Pigmented lesions

Does the phrase “pigmented lesion” mean something to you? Or does is it sound strangely foreign? The online Merriam-Webster dictionary defines lesion as, “1. Injury, harm. 2. an abnormal change in structure of an organ orpart due to injury or disease; especially: one that is circumscribed and well defined.” So in the skin, a lesion is an area that presents with a change from the surrounding normal skin. Pigmented lesions account for a large proportion of referrals from primary care physicians. Many patients also self-refer after noticing a funny looking pigmented spot on their skin. The majority of these referred pigmented lesions do not turn out to be melanoma, but I still believe in better safe than sorry. Dermatologists are trained to distinguish a concerning pigmented lesion from a benign (safe) spot. We do this by looking at the spot and we might use a special lens to look at the spot (dermoscopy). If we’re concerned enough about the spot, we may biopsy it (cut out a small piece of it) or cut it out all together and send the skin to a pathologist. The pathologist is a doctor who looks at the cells of the tissue and tells us what the lesion is.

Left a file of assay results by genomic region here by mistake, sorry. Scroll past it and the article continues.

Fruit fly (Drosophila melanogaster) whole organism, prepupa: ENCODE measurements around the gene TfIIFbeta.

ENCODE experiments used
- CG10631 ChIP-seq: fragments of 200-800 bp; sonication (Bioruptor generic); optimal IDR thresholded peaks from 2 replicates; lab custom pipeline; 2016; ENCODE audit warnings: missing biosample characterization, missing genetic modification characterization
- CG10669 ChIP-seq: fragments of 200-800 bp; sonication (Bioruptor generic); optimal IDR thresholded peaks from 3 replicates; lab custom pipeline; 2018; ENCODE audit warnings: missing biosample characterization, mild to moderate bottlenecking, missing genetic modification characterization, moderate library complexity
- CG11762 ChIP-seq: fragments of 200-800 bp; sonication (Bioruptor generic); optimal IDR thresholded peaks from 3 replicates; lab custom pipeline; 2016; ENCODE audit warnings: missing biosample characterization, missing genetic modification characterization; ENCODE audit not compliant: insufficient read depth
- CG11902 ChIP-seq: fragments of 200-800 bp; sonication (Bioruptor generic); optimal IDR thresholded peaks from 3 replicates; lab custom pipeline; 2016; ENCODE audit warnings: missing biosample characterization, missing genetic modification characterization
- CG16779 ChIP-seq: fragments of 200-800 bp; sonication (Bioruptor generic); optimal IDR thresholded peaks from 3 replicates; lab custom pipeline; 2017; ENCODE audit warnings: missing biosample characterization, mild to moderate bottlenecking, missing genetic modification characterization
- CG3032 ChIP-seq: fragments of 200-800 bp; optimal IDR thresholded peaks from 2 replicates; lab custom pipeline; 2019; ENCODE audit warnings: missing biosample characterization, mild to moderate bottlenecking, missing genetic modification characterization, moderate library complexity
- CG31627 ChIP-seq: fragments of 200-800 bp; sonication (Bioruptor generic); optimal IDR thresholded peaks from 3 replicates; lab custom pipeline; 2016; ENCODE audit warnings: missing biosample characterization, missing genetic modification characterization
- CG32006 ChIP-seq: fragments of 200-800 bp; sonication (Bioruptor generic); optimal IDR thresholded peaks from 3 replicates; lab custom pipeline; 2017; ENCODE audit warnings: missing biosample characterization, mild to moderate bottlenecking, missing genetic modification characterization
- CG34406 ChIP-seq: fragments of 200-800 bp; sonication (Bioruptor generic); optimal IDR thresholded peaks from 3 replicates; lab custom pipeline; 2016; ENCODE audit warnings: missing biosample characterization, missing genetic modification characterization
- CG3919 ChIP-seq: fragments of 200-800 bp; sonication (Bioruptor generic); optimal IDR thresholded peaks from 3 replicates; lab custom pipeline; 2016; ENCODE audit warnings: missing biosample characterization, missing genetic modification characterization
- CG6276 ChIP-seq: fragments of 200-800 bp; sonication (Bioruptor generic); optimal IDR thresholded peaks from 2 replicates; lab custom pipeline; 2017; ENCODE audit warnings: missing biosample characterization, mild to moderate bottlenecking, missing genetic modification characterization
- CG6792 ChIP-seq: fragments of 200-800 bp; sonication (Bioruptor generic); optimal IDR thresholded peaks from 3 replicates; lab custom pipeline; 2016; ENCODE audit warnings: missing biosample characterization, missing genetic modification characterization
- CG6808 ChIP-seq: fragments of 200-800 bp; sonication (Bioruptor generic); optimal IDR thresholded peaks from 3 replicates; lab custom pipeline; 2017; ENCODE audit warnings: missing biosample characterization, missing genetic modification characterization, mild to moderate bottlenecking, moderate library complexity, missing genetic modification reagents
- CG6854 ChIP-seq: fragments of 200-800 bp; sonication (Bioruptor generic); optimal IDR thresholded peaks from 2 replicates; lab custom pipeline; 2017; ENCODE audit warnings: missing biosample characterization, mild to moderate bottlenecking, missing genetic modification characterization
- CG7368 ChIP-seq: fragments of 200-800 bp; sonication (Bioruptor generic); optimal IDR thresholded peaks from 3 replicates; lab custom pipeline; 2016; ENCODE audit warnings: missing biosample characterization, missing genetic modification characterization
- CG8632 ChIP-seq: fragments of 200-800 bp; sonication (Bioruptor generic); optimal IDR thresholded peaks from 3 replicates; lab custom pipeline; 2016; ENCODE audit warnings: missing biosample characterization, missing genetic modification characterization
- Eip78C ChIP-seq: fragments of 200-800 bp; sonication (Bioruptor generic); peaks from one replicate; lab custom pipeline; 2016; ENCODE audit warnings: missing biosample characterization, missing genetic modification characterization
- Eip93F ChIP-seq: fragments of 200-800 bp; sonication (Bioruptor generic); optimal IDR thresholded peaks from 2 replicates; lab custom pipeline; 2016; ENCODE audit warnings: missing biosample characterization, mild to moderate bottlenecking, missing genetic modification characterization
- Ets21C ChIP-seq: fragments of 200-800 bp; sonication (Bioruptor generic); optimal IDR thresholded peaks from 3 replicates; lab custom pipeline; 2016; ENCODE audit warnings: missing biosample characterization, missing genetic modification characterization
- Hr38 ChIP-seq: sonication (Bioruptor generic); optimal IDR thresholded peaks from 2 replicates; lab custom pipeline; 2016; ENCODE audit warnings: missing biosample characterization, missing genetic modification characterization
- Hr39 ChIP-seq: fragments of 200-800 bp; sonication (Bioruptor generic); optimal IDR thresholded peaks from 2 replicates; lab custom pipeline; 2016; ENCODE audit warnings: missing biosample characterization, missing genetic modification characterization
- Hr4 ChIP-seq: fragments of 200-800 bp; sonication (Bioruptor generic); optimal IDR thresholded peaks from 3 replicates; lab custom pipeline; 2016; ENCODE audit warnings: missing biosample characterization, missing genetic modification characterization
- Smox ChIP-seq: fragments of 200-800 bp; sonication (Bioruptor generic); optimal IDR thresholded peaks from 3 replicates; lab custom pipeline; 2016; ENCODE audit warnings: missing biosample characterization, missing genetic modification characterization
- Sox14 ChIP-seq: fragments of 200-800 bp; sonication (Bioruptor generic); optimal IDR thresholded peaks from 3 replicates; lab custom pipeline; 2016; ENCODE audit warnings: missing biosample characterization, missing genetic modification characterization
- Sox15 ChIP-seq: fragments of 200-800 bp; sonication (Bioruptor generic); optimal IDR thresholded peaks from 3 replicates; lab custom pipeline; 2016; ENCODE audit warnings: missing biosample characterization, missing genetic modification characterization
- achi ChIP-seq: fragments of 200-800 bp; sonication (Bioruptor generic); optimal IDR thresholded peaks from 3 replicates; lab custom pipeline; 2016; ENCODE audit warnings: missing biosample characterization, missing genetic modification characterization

Pigmented lesions can be many things. Of course, we’re most concerned about catching a melanoma, which is a serious type of skin cancer that can spread to other parts of the body and cause all sorts of problems including death. Then there are atypical moles, which we call “dysplastic nevi.” We believe that some percentage of these can turn into melanomas. That’s why if the pathologist tells us that your mole is atypical with a certain degree of atypia (usually moderate atypia or worse), then we may suggest that you get your mole cut out. Keep in mind though that melanomas don’t have to evolve from moles. They can arise from a part of your skin that never had a mole before! This type of melanoma is said to arise de novo. A pigmented lesion can also be many other things. Again, better safe than sorry. When in doubt, find someone who is trained to distinguish the good, the bad, and the ugly pigmented lesions.

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